1. The Apex Court, in CIT vs. General Insurance Corporation (2006) 286 ITR 232, has held that in the case of issue of bonus shares, there is no fresh inflow of funds or increase in the capital employed. The reserves of the entity gets converted into share capital of the company. The total funds available with the entity remain the same, both before and after the issue of bonus shares. Accordingly, any expenditure incurred in connection with issue of bonus shares was held as revenue expenditure. This decision overrules the decision rendered in the case of Ahmedabad Manufacturing & Calico (P) Ltd vs. CIT (1986) 162 ITR 800 (Guj) and Vazir Sultan Tobacco Co Ltd vs. CIT (1990) 184 ITR 70 (AP). It applied the rationale of the decision rendered in the case of Empire Jute Co Ltd vs. CIT (1980) 124 ITR 1 (SC).
2. The Apex Court in Dr.T.A.Quereshi vs. CIT (2006) 287 ITR 547 (SC) dealt with a case of a doctor whose claim of deduction to the extent of the stocks seized was disallowed by the Madhya Pradesh High court (275 ITR 352). The apex court held that once it is found that the assessee is engaged in the manufacture and sale of any substance (including prohibited articles) the stocks seized is a business loss. It applied the precedent viz. CIT vs. Piara Singh (1980) 124 ITR 40 (SC). It was held that section 37 is applicable only for business expenditure and not to business losses. Business losses are allowable on ordinary commercial principles for computing profits. The loss of stock in trade, being a trading loss, is allowable while computing the profits of illegal business.
3. Interest on moneys borrowed for business is deductible under section 36(1)(iii). In a case where the assessee advances money to an allied concern without interest then the Revenue would naturally probe the nexus between borrowing and advancing of funds. In CIT vs. Prem Heavy Engineering Works (P) Ltd (2006) 285 ITR 554 (All) the Assessing Officer disallowed a portion of interest paid by the assessee on over draft facilities to the bank on the ground that the assessee had advanced interest free funds to its allied concern. The Court held that the assessee company’s share capital and free reserves were sufficient to advance interest free funds to its allied concern. Accordingly, the disallowance of interest was rejected. However, a contrary decision has been held in CIT vs. Abhishek Industries Ltd (2006) 286 ITR 1 (P&H). In this case, the assessee advanced money to its sister concern without charging interest. It was held that the onus is on the assessee to show that its borrowings were used for its own business. The court held that the Revenue need not establish the nexus between borrowings and interest free advances for the purpose of disallowing the interest on borrowings.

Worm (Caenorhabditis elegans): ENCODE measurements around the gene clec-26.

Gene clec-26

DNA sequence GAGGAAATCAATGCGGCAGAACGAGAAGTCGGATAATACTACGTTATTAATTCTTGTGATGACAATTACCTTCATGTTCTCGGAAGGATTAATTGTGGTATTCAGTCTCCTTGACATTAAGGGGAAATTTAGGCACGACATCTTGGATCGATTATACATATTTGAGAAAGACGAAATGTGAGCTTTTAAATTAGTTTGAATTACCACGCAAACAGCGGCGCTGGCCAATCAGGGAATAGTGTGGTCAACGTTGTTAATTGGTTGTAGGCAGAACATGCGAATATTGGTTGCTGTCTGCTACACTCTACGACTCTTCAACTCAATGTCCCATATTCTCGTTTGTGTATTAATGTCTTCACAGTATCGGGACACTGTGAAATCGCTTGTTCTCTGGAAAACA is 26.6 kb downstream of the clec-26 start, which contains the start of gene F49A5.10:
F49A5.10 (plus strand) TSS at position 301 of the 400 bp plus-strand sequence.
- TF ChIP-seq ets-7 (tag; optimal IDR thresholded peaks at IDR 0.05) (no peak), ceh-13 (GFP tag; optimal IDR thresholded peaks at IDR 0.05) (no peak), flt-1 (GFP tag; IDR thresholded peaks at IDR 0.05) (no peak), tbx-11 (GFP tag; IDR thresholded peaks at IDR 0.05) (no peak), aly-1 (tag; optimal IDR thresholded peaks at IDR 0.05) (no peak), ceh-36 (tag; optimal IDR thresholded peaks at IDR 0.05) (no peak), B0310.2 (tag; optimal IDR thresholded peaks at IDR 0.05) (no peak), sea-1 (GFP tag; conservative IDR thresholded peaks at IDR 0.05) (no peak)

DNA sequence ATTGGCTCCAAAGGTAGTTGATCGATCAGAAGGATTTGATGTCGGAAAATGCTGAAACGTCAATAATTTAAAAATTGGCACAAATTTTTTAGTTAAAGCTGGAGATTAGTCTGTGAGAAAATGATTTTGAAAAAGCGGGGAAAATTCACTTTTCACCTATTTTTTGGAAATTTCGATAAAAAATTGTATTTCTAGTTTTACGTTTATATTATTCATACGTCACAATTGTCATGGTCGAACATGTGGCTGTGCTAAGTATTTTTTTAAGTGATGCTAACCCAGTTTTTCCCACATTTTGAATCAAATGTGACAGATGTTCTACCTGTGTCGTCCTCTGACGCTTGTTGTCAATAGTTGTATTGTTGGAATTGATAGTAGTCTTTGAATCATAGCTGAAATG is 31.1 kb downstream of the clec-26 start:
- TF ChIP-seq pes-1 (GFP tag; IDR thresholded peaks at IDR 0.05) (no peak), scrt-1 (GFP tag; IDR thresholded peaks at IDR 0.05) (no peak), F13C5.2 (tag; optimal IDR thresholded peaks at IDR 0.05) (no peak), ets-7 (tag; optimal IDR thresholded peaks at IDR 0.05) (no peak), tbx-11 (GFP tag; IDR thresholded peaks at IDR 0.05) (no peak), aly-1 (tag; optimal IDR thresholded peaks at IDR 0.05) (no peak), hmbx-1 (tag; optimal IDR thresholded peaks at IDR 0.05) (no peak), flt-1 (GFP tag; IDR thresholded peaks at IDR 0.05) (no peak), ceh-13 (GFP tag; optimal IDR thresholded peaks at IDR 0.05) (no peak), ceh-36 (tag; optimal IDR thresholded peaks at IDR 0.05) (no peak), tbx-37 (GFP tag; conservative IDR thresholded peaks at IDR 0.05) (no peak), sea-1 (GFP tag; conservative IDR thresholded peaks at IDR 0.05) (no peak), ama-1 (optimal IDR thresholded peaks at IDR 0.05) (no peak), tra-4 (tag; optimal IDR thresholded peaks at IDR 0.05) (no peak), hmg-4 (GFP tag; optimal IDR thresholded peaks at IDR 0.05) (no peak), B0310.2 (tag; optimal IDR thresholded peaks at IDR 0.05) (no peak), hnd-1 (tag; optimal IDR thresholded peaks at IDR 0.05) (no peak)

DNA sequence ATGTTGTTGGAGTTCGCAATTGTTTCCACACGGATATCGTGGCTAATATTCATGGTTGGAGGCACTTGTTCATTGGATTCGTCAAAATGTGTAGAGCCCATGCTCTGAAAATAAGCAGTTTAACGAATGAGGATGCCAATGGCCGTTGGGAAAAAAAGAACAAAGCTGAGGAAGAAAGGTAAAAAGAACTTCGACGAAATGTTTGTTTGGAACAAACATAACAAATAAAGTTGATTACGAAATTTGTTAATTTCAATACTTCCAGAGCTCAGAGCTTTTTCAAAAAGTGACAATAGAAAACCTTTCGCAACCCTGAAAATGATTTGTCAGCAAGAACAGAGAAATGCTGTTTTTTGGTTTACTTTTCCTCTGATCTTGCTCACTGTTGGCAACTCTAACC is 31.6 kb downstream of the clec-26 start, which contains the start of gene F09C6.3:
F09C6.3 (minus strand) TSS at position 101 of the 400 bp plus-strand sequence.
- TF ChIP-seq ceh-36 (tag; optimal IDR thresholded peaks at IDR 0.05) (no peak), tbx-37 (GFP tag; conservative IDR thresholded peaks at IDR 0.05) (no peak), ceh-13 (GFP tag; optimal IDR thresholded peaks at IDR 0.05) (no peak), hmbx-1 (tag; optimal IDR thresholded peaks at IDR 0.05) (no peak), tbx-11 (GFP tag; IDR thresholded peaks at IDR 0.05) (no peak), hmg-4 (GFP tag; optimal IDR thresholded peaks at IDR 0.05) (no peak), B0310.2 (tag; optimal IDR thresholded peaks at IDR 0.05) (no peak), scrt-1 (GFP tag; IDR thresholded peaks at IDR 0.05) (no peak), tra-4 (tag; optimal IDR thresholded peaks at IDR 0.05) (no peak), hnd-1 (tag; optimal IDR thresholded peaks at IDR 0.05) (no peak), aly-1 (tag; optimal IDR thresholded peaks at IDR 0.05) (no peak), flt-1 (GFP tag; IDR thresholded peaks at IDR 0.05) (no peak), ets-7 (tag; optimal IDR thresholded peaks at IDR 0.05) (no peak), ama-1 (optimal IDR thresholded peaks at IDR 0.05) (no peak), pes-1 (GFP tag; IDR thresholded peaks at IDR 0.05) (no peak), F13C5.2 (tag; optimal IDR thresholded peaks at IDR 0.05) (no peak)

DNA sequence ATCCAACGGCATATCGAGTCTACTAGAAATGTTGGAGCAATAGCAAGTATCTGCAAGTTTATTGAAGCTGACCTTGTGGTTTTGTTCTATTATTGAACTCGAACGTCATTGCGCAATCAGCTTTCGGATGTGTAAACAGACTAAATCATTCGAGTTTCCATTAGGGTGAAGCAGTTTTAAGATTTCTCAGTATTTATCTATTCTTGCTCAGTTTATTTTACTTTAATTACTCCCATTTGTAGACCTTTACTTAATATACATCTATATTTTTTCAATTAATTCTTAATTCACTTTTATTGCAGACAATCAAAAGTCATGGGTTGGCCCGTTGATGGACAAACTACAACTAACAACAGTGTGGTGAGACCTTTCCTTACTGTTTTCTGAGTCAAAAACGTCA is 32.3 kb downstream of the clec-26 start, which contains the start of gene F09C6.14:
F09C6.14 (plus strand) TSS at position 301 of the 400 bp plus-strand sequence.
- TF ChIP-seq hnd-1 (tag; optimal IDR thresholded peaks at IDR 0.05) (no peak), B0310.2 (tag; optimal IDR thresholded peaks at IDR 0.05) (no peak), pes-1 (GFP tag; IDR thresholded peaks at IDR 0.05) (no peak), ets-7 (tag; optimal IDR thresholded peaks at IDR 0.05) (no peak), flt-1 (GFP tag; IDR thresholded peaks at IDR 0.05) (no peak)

4. In CIT vs. Brittania Industries Ltd (2006) 280 ITR 525 (Cal) the assessee advanced money to concern from whom supplies were received. The advance was made immediately on the enhanced packing credit facility. The Assessing Officer disallowed interest on borrowing for the reason that the funds were given without interest to the concern in which the relatives of directors were interested. The Court held that the tribunal made a factual finding that the advances were made to the concern supplying raw material and was made in the regular course of business and further the advance was made out of the assessee’s own funds and accordingly the disallowance of interest was rejected.
5. In CIT vs. Southern Roadways Ltd (2006) 282 ITR 379 (Mad) the assessee paid postage, telegram and telephone charges in advance based on the demand raised by the telegraph department and claimed the payment as deduction. The court held that the payment by the assessee has been proved and it has been paid in pursuance of demands raised by postal, telephone and telegraph department and accordingly the amount paid is deductible upon payment notwithstanding the fact that the assessee follows mercantile system of accounting.
6. In CIT vs. Hari Vignesh Motors (P) Ltd (2006) 282 ITR 338 (Mad) the expenditure towards construction of additional building in leasehold premises was allowed as revenue expenditure as the lease deed did not provide any ownership of assets or consideration for transfer upon termination of lease.
7. Where a firm is dissolved and one of the partners takes over the business of the firm with an agreement to pay the erstwhile partners a certain sum of money every year, it was held that such payment flowed from business of the assessee and is an allowable expenditure. CIT vs. Mandovi Hotel (P) Ltd (2006) 284 ITR 129 (Bom). 8. In CIT vs. Arya Vaidhya Pharmacy (CBE) Ltd (2006) 284 ITR 335 (Mad) the assessee collected excess sales tax which was retained as a deposit. The Apex Court directed the assessee to refund the amount to the customers and the balance, which could not be refunded, was to be donated to a charitable trust for utilization for public charitable purposes. It was held that the direction of the Supreme Court is that such excess amount collected is not belonging to the assessee and hence, is not chargeable to tax as income. 9. The Karnataka High Court in CIT vs. Industrial Credit And Development Syndicate Ltd (2006) 285 ITR 310 (Karn) has held that any surplus arising in buy back of debentures would not constitute as income subject to tax liability. The Court held that such buyback is merely discharging the liability to the debenture holder by the company similar to repayment of loan. 10. In CIT vs. Sri Meenakshi Mills Ltd. (2007) 290 ITR 107 (Mad.), the assessee company had paid upfront fee to a financial institution for the purpose of availing a loan towards purchase of machinery. The court held that the upfront fee paid to the bank is mere bank charges and cannot be construed as capital expenditure. Hence, the same shall be deductible as revenue expenditure.
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